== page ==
O K, I’ll admit it: I like football. Call me a Neanderthal, but there is nothing quite like an afternoon with friends watching a tightly contested game of titans battling it out on the gridiron. Back in January, I enjoyed that glorious weekend in which the NFC and AFC crown their respective champions, each sending a team of combatants to the Super Bowl.
Fully enjoying the Sunday afternoon of ambrosia requires tons of preparation. Practically speaking, this means clearing my schedule of such clutter as child-rearing and housekeeping, along with dispatching my wife to the store minutes before my friends arrive to procure a second-chin’s worth of kettle chips and a potomaniac’s quantity of cheap beer. Then I settle into the butt-dented comfort of my overworked couch, where I’m surrounded by a rowdy pack of friends.
During hour three of the pre-game analysis, I can’t help but notice that my lovely wife, neither a fan of football or my friends spilling beer on her couch, has contracted a nasty case of the angry stink-eye, which she wields like a laser beam through my skull. I ponder the cost that all of this revelry, last-minute dispatching, and spilled beer will have on my marriage. Concluding that I indeed have at least three paws in the doghouse, I reflect on the facts that a) my wife is a saint; b) she reads this column—honey, read point “a” again; and c) Valentine’s Day is right around the corner.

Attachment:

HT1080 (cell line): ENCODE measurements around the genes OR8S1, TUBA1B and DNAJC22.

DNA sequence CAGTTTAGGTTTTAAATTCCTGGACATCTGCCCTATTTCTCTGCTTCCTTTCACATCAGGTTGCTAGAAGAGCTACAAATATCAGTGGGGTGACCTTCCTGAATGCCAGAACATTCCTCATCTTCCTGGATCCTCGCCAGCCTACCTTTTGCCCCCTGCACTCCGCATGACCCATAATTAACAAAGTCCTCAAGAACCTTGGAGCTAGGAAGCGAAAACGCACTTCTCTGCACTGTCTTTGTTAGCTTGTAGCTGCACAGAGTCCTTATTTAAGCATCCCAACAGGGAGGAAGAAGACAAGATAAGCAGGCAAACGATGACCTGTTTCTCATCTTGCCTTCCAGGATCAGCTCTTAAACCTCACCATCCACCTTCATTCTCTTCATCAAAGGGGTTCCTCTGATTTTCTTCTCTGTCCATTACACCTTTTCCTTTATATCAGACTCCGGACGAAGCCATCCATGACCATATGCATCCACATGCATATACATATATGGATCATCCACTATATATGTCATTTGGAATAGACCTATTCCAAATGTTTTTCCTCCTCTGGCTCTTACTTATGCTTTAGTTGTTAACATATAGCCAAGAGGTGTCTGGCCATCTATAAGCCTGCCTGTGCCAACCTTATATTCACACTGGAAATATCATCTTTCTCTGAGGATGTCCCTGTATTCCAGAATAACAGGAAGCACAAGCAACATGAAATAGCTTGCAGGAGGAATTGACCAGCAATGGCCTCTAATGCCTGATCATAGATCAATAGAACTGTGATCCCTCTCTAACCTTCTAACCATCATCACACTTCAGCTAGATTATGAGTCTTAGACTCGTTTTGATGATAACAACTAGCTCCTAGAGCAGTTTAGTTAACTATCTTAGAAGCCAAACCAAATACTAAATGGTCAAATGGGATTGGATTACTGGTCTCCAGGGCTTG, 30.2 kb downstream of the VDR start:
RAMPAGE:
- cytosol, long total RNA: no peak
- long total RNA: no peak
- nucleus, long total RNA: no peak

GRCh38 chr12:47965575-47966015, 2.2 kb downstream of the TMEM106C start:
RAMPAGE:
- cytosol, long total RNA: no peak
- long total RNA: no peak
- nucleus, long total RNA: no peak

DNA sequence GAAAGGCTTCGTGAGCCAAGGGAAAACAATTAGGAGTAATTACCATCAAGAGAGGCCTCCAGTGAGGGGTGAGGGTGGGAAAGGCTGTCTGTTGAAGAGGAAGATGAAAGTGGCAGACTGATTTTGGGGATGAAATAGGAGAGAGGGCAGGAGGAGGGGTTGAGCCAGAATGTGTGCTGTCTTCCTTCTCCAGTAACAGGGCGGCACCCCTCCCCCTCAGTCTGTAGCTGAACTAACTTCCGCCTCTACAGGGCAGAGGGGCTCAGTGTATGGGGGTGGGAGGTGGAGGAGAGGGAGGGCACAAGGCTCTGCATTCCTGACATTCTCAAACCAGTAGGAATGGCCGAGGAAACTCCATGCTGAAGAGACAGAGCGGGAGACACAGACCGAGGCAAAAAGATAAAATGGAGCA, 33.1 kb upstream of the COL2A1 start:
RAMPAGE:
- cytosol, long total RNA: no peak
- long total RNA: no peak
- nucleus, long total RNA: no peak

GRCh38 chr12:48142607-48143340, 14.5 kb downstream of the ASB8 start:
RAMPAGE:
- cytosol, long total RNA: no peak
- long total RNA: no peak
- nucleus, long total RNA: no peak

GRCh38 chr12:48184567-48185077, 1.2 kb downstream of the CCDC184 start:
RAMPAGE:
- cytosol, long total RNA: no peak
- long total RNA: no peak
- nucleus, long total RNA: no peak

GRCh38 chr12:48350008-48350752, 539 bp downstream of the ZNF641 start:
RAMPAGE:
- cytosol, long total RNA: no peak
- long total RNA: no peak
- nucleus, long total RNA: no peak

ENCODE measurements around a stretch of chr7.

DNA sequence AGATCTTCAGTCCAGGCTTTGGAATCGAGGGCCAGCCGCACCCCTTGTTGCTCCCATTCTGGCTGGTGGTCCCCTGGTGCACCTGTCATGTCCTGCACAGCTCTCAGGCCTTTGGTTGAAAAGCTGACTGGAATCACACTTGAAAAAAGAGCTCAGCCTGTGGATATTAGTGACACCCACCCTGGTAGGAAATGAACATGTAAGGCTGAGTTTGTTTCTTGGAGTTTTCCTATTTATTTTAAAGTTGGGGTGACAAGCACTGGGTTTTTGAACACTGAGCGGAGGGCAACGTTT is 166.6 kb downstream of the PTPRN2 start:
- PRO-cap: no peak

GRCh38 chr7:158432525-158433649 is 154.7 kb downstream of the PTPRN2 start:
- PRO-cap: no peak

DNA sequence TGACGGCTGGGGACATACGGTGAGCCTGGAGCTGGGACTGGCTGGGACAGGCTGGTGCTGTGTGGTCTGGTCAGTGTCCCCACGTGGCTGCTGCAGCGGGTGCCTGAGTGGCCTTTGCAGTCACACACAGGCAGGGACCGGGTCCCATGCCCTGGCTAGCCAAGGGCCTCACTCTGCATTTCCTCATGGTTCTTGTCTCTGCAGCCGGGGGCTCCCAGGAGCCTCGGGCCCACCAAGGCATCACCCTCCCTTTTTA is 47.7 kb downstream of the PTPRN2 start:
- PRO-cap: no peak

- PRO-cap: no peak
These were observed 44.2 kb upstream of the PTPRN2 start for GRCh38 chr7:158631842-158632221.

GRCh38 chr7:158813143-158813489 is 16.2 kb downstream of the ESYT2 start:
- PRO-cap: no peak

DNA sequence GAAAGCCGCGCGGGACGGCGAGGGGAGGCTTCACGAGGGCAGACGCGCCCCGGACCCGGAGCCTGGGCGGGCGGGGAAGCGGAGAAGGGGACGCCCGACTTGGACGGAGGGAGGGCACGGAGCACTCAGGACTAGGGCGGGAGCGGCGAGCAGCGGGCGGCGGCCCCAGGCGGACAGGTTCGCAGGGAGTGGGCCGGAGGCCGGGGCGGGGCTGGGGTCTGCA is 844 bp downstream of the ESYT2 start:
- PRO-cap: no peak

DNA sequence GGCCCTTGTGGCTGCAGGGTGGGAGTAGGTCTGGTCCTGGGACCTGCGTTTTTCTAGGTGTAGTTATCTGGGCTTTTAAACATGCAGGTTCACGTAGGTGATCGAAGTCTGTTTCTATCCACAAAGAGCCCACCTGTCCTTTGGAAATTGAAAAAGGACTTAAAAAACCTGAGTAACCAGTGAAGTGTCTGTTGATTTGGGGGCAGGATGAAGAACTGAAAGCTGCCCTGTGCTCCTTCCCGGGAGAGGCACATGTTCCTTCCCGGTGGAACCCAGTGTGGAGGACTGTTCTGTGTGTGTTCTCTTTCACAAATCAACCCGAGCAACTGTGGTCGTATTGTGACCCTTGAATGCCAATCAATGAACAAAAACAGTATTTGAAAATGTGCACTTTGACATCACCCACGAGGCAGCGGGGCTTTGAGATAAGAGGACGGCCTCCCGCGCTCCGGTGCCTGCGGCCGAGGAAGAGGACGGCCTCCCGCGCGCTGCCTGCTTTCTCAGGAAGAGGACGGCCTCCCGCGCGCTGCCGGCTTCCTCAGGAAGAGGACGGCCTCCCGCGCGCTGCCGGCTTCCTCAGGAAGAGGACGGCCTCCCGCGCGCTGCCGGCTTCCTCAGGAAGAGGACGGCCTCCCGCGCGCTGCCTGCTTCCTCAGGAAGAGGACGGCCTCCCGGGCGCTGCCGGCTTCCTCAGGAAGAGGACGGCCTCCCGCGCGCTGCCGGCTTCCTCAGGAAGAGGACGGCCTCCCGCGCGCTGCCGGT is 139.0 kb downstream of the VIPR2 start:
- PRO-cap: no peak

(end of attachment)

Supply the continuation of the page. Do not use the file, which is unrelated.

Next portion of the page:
Oh, well. The game must go on, and right now, it’s all about the NFL—hard-hitting, back-and-forth, in-your-face, smash-mouth action. Unbeatable. Unbeatable, that is, until you realize that a typical football game contains a lot of things, except for much actual football.
The Facts on Football
A recent Wall Street Journal analysis of NFL playoff games reported that the typical football game consists of many things, but not much real action. In fact, the average three-plus-hour telecast consists of just 10 minutes and 43 seconds of play. After subtracting about an hour of commercials, the rest of an average telecast consists of such things as players standing around (67 minutes), replays (17 minutes), and, of course, the all-important shots of cheerleaders—which is allotted, remarkably, only three seconds per game. Seems like more.
In percentage terms, the pie is doled out this way: standing around (58.5%), replays (14.5%), playing time (9.4%), coach shots (4.9%), sideline player shots (3.4%), referee shots (2.4%), crowd shots (0.9%), and other miscellany, such as footage of owners in their high-priced luxury suites (0.3%), the kicker warming up (0.2%), and, of course, cheerleaders (0.1%).
While this level of inaction has an enabling effect on convivial taunting, bet-brokering, and beer runs, it is, to be frank, a laughably low amount of action. How can an entire industry be built on such a level of inactivity? It’s a great question—one that induces a momentary chuckle until I consider how I spend much of my clinical days.
Inactivity in the Workplace
A 2006 paper in the Journal of Hospital Medicine tackled the issue of hospitalist workflow.1 Researchers followed 10 academic hospitalists through various parts of a routine day, all the while measuring to the minute how they spent their time. What they found would be as astounding to hospital outsiders as the NFL data, should anyone ever find themselves so deep in the boredom pit to be watching a hospitalist make rounds.